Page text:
Java Advanced Imaging (JAI) and 64 bit

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Currently, gvSIG relies on the Java Advanced Imaging library (JAI) and its helper library, Advanced Image I/O, for raster data access. JAI consists of Java code and native binaries for each supported operating system, which can significantly speed up the data access.

Unfortunately, these libraries are no longer actively maintained (the last updates were about 5 years old at the time of writing). The biggest current problem is that there are no native binaries for 64 bit Windows and it seems there never will be (due to some obscure licensing issues -- proprietary software at its best). As a consequence, the JAI installer will fail to work on a Windows system with a 64 bit JDK.

On Mac OS X, JAI (but not the Image I/O tools) has been shipping with Mac OS X since 10.4. However, it is unclear what will happen to this 64 bit version of JAI in future versions of Mac OS X, since Apple changed its Java policy.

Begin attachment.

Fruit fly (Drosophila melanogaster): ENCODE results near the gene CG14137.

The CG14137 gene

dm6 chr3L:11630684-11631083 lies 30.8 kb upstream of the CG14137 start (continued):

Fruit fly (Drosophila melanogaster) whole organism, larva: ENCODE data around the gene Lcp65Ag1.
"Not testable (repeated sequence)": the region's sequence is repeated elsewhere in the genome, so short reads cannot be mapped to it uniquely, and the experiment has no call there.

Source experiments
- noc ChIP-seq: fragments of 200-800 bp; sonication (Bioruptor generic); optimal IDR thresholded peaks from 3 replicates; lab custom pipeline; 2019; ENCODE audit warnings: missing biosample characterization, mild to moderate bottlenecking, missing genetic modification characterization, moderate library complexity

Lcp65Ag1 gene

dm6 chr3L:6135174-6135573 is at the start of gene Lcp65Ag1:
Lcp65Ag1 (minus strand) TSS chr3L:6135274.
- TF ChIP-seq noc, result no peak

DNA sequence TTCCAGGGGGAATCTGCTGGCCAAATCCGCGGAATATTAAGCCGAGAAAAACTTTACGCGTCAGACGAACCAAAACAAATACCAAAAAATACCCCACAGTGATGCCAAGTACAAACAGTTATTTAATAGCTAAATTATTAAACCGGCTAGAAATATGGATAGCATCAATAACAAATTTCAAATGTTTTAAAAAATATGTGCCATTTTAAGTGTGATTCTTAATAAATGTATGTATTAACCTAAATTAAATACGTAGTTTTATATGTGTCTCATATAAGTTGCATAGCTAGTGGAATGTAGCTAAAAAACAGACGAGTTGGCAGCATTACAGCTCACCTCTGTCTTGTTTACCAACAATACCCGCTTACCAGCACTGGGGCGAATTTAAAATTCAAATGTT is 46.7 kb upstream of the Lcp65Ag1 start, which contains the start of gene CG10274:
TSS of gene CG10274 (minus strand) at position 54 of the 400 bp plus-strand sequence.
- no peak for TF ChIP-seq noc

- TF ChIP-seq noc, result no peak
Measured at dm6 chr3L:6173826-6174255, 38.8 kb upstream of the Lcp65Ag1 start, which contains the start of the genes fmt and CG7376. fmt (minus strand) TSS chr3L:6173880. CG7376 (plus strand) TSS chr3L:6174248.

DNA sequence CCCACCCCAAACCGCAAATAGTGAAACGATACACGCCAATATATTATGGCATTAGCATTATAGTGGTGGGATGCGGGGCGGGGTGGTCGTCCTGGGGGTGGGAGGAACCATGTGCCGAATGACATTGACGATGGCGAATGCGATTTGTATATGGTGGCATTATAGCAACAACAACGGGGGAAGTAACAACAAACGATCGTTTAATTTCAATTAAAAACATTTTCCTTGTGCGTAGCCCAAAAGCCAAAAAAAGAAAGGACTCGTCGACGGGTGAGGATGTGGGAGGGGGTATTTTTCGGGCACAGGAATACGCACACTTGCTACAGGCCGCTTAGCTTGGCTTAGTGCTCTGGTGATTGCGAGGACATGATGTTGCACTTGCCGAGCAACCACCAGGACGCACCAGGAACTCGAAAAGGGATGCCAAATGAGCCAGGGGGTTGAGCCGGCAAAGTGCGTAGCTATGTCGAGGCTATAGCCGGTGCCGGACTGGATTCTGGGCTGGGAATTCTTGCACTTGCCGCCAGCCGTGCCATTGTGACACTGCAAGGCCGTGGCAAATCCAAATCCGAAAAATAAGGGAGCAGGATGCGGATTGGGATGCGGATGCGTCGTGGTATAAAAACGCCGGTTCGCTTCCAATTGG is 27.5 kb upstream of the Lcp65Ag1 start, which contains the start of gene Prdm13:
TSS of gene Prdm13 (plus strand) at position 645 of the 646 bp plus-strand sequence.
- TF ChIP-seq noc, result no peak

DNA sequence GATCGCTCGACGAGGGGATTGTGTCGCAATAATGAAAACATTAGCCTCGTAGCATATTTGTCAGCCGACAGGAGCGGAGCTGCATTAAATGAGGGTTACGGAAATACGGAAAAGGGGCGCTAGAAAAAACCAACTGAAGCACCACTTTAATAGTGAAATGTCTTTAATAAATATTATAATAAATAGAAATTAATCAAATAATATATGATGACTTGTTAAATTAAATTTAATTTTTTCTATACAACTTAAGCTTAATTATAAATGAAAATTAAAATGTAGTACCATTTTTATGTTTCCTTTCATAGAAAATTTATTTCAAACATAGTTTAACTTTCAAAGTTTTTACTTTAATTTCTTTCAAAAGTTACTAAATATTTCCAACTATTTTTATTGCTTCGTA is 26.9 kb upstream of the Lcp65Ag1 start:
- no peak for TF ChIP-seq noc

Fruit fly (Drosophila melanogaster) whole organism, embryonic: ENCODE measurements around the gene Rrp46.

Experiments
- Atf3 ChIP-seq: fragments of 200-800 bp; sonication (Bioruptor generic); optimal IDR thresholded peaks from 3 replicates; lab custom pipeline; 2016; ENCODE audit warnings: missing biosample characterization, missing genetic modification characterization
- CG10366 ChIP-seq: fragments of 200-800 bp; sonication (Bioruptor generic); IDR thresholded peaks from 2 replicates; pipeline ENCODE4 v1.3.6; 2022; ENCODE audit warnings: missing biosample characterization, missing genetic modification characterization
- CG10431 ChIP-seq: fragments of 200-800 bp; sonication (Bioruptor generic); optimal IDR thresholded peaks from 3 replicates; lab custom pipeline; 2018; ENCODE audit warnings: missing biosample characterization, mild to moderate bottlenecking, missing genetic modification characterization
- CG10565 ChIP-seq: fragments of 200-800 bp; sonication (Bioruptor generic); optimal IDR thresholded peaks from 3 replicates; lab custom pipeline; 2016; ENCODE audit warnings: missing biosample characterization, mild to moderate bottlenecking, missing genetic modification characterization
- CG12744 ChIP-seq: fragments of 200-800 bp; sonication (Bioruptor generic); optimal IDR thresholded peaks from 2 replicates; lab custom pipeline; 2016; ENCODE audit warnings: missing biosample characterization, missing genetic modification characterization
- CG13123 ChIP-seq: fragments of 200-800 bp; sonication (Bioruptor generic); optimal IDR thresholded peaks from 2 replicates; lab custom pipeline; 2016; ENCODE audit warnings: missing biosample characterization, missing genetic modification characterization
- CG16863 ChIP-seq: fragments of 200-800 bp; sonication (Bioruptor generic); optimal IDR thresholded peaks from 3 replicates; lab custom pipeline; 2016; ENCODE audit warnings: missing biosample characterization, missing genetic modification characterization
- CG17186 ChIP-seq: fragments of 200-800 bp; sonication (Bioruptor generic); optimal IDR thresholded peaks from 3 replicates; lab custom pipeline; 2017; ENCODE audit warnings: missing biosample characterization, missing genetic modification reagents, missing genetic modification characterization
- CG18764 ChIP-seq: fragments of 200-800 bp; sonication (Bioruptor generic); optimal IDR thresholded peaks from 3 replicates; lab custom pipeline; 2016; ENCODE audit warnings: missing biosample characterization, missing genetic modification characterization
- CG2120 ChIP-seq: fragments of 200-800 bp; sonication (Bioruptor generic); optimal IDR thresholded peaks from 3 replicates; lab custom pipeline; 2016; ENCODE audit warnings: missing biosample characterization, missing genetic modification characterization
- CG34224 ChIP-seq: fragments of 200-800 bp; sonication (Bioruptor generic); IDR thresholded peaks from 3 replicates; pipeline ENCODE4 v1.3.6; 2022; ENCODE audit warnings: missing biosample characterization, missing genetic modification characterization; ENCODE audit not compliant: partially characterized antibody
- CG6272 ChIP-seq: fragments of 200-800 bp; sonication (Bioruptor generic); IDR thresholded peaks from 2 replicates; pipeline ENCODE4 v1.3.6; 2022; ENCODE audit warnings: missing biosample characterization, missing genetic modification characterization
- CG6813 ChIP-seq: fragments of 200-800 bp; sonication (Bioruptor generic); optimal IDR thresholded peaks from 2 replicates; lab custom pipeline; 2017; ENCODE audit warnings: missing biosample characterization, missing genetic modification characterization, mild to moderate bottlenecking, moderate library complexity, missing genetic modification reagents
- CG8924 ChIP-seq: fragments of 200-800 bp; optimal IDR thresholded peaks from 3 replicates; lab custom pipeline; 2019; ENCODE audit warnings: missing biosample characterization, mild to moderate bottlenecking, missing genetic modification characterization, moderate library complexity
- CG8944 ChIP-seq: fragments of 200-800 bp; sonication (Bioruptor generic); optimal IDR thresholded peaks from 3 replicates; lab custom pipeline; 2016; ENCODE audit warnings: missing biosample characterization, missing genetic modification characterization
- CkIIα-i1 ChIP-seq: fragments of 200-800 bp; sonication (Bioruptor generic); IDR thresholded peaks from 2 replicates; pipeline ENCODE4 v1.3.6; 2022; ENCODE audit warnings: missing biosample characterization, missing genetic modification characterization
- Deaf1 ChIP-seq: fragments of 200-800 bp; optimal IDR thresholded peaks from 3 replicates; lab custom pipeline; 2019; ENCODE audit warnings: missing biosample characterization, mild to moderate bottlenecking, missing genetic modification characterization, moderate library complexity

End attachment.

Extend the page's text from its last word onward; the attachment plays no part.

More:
As an alternative, it is possible to install JAI without any native binaries. In that case, it will always fall back to using pure Java implementations. How much of a performance penalty this carries is unclear, as in the case of gvSIG most direct raster handling is done via the GDAL native binaries, anyway.

In any case, it is possible to download a ZIP archive with only the Java classes here.

Just unzip the file and drop the two JAR files it contains into the jre/lib/ext subfolder of your JDK (or into the lib/ext subfolder of your JRE). This will allow you to use the pure Java version of JAI from within a 64 bit JVM.

Installing a pure Java version of the Image I/O Tools library is a bit more tricky, since you cannot download only the JAR from the project file. Instead, find a 32 bit Windows or Linux system, where you can run one of the installers from the project's download page. After installation has completed, find the installed jai_imageio.jar file and copy it into your JDK/JRE as described above.

**TODO** Test the Image I/O installation, as described on this page, on a Linux system.